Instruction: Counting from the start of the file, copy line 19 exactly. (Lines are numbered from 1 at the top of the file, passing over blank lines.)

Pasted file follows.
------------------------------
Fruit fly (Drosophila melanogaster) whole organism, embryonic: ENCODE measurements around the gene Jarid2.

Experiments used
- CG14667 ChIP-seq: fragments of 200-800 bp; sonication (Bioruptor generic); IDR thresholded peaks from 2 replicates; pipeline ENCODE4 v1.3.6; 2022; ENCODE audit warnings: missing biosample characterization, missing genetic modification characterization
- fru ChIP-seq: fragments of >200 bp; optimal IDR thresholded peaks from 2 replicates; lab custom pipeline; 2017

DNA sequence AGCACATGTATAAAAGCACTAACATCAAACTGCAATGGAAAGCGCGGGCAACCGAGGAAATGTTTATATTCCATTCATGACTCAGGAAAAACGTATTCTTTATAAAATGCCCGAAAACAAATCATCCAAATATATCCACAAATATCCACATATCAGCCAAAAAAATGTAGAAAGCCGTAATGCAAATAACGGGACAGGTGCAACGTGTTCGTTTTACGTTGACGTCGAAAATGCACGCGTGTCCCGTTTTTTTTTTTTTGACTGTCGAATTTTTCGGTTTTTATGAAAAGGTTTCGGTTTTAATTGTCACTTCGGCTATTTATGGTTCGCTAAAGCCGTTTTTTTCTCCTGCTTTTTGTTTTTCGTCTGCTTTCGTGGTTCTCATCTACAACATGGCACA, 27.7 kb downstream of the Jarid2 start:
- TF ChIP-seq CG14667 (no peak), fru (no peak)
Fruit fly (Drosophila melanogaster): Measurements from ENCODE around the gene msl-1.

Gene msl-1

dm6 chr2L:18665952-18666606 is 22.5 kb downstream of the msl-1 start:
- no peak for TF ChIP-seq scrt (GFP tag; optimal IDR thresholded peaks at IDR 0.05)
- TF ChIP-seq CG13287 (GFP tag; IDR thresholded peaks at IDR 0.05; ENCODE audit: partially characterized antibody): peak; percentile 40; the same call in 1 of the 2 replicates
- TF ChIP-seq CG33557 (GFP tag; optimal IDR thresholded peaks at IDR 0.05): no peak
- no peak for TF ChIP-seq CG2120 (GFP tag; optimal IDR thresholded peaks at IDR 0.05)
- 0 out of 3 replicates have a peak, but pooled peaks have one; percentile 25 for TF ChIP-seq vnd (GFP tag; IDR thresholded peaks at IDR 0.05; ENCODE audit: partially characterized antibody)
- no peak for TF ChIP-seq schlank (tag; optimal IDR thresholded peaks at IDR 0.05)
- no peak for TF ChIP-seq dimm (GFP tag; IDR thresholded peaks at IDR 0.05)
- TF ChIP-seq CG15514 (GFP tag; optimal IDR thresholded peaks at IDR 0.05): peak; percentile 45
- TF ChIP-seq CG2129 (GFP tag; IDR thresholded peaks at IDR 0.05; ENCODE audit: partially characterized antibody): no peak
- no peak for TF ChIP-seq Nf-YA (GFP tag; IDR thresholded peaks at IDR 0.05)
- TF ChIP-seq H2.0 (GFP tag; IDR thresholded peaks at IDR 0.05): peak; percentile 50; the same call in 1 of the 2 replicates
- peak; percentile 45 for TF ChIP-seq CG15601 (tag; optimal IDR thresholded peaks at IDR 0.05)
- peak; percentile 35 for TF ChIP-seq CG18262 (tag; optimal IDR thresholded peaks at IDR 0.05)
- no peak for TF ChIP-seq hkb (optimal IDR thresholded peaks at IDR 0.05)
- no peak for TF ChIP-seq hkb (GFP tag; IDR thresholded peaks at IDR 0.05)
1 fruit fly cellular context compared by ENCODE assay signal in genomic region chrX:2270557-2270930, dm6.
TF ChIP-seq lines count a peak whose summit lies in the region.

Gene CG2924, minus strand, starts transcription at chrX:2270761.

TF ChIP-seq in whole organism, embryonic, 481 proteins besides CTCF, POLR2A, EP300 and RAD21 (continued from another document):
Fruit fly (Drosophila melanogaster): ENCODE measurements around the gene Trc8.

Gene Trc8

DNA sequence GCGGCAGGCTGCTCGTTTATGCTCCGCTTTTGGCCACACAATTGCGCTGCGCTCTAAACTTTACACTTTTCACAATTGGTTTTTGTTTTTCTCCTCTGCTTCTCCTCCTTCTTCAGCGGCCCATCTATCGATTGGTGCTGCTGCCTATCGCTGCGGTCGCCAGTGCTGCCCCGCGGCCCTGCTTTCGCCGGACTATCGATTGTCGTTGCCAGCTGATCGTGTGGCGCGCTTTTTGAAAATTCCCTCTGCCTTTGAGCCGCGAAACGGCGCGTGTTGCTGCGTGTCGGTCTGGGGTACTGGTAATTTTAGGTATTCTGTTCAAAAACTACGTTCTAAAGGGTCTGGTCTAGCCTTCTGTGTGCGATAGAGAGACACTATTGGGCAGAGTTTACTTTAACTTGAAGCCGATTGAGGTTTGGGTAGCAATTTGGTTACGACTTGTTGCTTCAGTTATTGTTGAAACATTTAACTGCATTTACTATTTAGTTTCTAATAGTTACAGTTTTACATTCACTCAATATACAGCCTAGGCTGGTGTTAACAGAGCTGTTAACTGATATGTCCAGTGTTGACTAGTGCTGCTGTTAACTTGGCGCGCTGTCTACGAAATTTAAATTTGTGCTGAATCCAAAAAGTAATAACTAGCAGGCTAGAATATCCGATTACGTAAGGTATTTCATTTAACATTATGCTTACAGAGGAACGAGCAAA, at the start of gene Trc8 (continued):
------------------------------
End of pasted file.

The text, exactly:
- no peak for TF ChIP-seq Nf-YA (GFP tag; IDR thresholded peaks at IDR 0.05)